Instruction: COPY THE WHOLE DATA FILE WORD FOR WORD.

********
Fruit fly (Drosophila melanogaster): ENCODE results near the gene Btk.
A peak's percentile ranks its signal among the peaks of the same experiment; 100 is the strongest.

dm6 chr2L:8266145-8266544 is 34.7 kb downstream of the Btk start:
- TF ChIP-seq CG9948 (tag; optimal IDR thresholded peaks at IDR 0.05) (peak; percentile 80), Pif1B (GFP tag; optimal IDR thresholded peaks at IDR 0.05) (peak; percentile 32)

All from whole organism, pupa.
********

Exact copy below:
Fruit fly (Drosophila melanogaster): ENCODE results near the gene Btk.
A peak's percentile ranks its signal among the peaks of the same experiment; 100 is the strongest.

dm6 chr2L:8266145-8266544 is 34.7 kb downstream of the Btk start:
- TF ChIP-seq CG9948 (tag; optimal IDR thresholded peaks at IDR 0.05) (peak; percentile 80), Pif1B (GFP tag; optimal IDR thresholded peaks at IDR 0.05) (peak; percentile 32)

All from whole organism, pupa.